What is conservatism? Which U.S. president do conservatives most admire?
For many people, the answer to the second question is Ronald Reagan. For
more than a few people, Reagan is also the answer to the first question: Reagan
embodied American conservatism or the return of American conservatism or ...
Marcus Witcher investigates just what it was that Reagan embodied in the
period between Reagans first election in 1980 and Donald Trumps election in
2016. Its hard for me to be objective or dispassionate about all this because in 1982
I was assigned as a research assistant to Murray Weidenbaum, who was fresh back in
St. Louis from his two years as chair of Reagans Council of Economic Advisers. And
in 1984, partly with Murrays help, I started as a staff economist at the U.S. Federal
Trade Commission (FTC), working in regulatory analysis in Wendy Gramms edition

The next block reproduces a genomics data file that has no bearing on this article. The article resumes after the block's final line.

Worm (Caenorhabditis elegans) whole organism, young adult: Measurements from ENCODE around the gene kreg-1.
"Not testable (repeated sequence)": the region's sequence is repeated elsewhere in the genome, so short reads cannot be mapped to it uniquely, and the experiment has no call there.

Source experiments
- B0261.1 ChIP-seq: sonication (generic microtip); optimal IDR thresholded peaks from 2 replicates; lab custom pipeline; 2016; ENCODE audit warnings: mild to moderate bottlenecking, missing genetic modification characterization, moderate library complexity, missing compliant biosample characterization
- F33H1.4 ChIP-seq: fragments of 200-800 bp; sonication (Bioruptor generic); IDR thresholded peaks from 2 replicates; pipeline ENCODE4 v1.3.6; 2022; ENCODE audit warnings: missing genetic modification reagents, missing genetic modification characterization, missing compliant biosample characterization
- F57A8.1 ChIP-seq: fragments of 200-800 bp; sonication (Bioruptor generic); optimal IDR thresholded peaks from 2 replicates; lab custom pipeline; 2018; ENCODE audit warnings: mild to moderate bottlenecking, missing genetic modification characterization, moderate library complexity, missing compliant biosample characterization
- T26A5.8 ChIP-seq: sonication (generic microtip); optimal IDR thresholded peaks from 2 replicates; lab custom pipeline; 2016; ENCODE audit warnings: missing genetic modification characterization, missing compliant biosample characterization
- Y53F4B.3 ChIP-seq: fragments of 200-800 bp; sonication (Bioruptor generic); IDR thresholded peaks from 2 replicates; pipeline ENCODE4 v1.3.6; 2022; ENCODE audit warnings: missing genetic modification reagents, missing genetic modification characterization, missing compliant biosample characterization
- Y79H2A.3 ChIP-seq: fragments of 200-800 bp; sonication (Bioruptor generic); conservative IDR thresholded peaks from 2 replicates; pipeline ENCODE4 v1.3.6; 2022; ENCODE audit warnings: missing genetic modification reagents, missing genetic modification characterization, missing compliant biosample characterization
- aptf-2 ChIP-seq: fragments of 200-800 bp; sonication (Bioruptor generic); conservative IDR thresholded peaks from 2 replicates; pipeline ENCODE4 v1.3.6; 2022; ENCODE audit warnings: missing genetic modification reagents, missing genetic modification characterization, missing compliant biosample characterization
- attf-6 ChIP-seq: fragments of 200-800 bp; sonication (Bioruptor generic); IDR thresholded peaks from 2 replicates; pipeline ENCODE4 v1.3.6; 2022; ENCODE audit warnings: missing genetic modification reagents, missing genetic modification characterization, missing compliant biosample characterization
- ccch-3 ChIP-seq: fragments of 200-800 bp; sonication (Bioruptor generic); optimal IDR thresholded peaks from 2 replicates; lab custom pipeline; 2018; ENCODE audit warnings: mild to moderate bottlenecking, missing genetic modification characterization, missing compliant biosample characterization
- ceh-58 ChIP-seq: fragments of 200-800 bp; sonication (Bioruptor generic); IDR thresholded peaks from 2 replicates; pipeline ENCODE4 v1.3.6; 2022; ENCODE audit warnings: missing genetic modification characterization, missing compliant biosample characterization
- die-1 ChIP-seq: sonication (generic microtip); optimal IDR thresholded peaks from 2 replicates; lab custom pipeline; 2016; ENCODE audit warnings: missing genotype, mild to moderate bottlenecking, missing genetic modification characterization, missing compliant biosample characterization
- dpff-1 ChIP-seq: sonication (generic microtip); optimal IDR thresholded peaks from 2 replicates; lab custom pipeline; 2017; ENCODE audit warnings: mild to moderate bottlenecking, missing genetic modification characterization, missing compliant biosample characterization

of the Bureau of Economics.
I was a Reagan revolutionary. We were not stodgy conservatives but classical
liberal econo-gods in Washington to cut red tape and smite the regulatory and tax
barriers to growth and prosperity. In the election of 1984, Reagan won 525 Electoral College votes, running the table except for the District of Columbia and the Peoples
Republic of Minnesota. Now, we were really going to be able to get some things
done: a mandate! It was morning again in America!
Except that not much really happened. Reagan made a lot of speeches, and
there were some tax cuts and some typically time-wasting task forces. (I spent at
least thirty hours in FTC small-business red-tape task force meetings just in 1985;
we had to pay for our own coffee.) But trade barriers were raised, not lowered, and
the Voluntary Restraint Agreement on steel and autos was actually tightened. This
didnt seem like a revolution; it seemed like our job was to talk about congratulating
ourselves on a revolution that had just disappeared like a puff of smoke on a
Marcus Witchers thesis is that Reagans success as a politician was his ability to
make speeches from the right but govern from the middle. It is tempting to contrast
Reagan with Barack Obama along these lines, but Obama only did the speeches
part, from the left. There was a difference: Obama was not pragmatic and was for the
most part satisfied to bypass the legislative process and use his phone and pen to
govern through executive order. Reagan seemed driven to get laws passed and was